I have been tracking a set-up for the SPDR Gold Trust ETF (GLD), which I analyze as a proxy for the ...
3 Ways to Deal with Weakening Earnings
03/08/2012 11:00 am EST
Some health-care names show examples of price action that you’ll frequently see following a quarterly report. Taking some money off the table ahead of a report can be a prudent move to preserve capital, writes MoneyShow.com contributor Kate Stalter.
A couple of large-cap pharmaceuticals were getting beaten up in Tuesday’s market carnage. But one of those, Novartis (NVS), has been smacked around since last May. The other, Merck (MRK), has been sporting a much more gentle correction in recent weeks.
Though the stocks’ intraday declines were in the headlines Tuesday, neither company has been a top performer in the health care sub-sector of pharmaceuticals.
That’s not uncommon. Even when widely held Dow components, such as McDonald’s (MCD) or IBM (IBM), are rallying to new highs, small- and mid-caps within their sectors often sport better relative strength.
Within the S&P 500, health care is up 4.09% so far this year. In the small-cap S&P 600, that gain is 6.83%.
It’s not uncommon for smaller stocks to notch more powerful price gains than more mature names, which typically have lower betas.
One small-cap drug maker that I’ve tracked for several months is Akorn (AKRX). The maker of ophthalmological treatments and injectable drugs for hospital use reported its fourth quarter early Tuesday.
The company issued a disappointing yearly revenue forecast, sending shares 8% lower in above-average turnover.
Akorn’s action is typical of exhaustion after a strong run-up. To cite a more well-known current example of that phenomenon, Apple (AAPL) is retreating after three months in a row of accelerating price gains.
Akorn, which has a market cap of $1.1 billion, racked up gains each month from October through February. In five of those months, volume was higher than normal.
But Tuesday’s downside move in the stock also points up one of my key trading rules: Take some money off the table prior to the earnings report. Wall Street can punish a stock for anything in the report it perceives as negative, so there’s no need for retail investors to be caught unaware in the downdraft.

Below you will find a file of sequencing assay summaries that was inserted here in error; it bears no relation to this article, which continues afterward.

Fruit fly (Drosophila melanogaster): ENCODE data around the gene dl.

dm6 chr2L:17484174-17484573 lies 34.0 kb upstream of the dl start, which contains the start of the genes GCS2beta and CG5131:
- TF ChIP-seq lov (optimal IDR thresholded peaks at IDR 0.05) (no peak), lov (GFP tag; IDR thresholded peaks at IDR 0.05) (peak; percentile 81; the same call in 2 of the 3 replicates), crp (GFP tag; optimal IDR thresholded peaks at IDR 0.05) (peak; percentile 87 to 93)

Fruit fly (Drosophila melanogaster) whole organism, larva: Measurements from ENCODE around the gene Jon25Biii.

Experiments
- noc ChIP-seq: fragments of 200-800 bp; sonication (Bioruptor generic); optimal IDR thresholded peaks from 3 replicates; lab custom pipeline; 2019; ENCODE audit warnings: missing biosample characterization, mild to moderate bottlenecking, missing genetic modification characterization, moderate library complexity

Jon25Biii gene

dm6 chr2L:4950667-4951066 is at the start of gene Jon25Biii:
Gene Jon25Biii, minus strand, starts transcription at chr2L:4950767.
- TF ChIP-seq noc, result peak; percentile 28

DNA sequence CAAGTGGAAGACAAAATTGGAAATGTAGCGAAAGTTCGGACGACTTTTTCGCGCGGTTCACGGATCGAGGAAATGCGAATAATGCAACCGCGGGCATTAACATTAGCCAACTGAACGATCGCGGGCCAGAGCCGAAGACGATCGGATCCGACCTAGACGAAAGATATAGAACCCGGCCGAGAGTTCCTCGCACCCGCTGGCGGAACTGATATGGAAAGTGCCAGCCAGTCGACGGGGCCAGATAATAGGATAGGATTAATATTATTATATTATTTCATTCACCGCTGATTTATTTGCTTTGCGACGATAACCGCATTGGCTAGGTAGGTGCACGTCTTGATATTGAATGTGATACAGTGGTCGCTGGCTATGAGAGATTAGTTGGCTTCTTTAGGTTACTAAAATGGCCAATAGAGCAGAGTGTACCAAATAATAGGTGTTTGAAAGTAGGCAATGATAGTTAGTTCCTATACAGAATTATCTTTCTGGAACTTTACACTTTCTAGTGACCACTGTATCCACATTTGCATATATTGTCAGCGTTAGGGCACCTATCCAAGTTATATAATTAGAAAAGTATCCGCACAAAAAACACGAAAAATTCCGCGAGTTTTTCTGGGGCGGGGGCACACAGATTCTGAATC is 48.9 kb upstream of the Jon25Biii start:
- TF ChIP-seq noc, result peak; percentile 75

Of course, stocks can also rocket higher after an earnings report. Does that mean that a retail investor or trader who sells ahead of the announcement may forfeit some gains? Of course. But I prefer to protect my capital, rather than risk it all on the chance of a big gain.
So I’ll sell all or part of a position ahead of earnings. In the event of a gain, I can either repurchase shares if the stock remains in buy range after earnings, or watch for the next pullback for an alternate entry point—for example, at the next area of ten-week support, or a pattern of tight daily or weekly closes.
From another sector of health care, Zoll Medical (ZOLL), which makes cardiac resuscitation gear, is an example of a stock that sold off after earnings, but resumed its rally in subsequent sessions.
A few weeks before its report, the stock bolted 28.7% in monster volume on December 15, on news that Medicare would continue to pay for certain Zoll products. The stock trended higher in the following weeks.
By the time of the earnings report, some exhaustion had set in. The stock retreated 3.9% following the report, but reversed higher, logging gains in each of the next eight weeks.
Last week, Zoll pulled back from an all-time high of $76.22—where it hit resistance two sessions in a row. The stock found support at its ten-week moving average, and is now in a technical buy range, trading between the ten-week line and the previous high price.
At this juncture, with indices showing weakness, and a market downturn possibly in the works, I would avoid making aggressive buys. In the case of Zoll, an aggressive buy would mean entering before the stock surpasses the $76.22 mark. I’d prefer to be more conservative on this trade, and wait for the stock to prove itself with improved price action.
Counterintuitive? Yes, for value investors and traders who prefer to buy as a stock is declining. However, with risk management in the forefront as indices sell off in heavy volume, buying into strength is more prudent than buying on the dips.
In any type of market condition, my trend-following methodology will always have me entering long positions on price strength.
A “buy on the dip” opportunity could come in the case of ten-week support, such as what Zoll is showing at the moment. In a stronger market, that could offer a place to get in a bit earlier, rather than waiting for the price to approach or clear its prior high.
At the time of publication, Kate Stalter did not own positions in any of the stocks mentioned in this column.
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